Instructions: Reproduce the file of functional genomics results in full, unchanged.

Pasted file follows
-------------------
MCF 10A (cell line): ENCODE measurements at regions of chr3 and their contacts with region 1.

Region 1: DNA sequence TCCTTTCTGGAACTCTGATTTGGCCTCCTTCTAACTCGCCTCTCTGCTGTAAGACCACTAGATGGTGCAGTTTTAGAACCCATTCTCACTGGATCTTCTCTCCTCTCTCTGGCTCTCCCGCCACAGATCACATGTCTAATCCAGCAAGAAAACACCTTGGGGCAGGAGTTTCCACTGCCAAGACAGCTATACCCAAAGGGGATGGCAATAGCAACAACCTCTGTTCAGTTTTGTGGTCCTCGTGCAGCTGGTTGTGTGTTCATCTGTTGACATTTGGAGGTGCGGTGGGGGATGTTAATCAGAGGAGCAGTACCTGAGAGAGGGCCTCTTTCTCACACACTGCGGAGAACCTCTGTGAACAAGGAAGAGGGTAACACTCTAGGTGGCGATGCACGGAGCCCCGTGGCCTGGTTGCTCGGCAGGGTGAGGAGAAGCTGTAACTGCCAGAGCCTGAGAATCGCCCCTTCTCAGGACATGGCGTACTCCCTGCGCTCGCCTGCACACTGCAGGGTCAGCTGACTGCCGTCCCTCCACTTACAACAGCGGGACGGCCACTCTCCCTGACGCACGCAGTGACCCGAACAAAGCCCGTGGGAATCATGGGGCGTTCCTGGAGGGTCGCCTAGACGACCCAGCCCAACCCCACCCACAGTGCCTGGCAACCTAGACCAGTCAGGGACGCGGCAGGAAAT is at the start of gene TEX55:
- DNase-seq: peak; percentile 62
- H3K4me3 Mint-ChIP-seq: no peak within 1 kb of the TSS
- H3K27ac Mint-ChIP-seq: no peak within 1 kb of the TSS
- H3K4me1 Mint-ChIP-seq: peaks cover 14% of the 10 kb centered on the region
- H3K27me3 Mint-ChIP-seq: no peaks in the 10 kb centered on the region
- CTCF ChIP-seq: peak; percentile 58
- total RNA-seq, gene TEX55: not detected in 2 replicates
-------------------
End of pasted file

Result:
MCF 10A (cell line): ENCODE measurements at regions of chr3 and their contacts with region 1.

Region 1: DNA sequence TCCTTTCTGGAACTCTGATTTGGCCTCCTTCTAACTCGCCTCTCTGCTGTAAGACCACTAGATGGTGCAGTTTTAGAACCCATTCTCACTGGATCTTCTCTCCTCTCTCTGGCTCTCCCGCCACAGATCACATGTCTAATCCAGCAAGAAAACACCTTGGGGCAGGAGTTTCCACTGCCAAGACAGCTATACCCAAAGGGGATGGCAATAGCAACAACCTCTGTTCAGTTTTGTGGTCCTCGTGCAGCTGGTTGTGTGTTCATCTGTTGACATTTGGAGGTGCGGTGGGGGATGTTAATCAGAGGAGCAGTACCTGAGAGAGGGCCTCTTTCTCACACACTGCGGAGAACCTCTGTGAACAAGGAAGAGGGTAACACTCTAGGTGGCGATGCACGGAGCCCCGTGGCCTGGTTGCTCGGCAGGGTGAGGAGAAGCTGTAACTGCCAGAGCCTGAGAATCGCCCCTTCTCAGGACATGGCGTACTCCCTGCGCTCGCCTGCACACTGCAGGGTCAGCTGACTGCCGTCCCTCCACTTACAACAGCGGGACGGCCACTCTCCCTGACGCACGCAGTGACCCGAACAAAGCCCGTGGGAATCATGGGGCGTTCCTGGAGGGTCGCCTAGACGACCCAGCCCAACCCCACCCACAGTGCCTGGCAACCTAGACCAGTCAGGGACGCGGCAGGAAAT is at the start of gene TEX55:
- DNase-seq: peak; percentile 62
- H3K4me3 Mint-ChIP-seq: no peak within 1 kb of the TSS
- H3K27ac Mint-ChIP-seq: no peak within 1 kb of the TSS
- H3K4me1 Mint-ChIP-seq: peaks cover 14% of the 10 kb centered on the region
- H3K27me3 Mint-ChIP-seq: no peaks in the 10 kb centered on the region
- CTCF ChIP-seq: peak; percentile 58
- total RNA-seq, gene TEX55: not detected in 2 replicates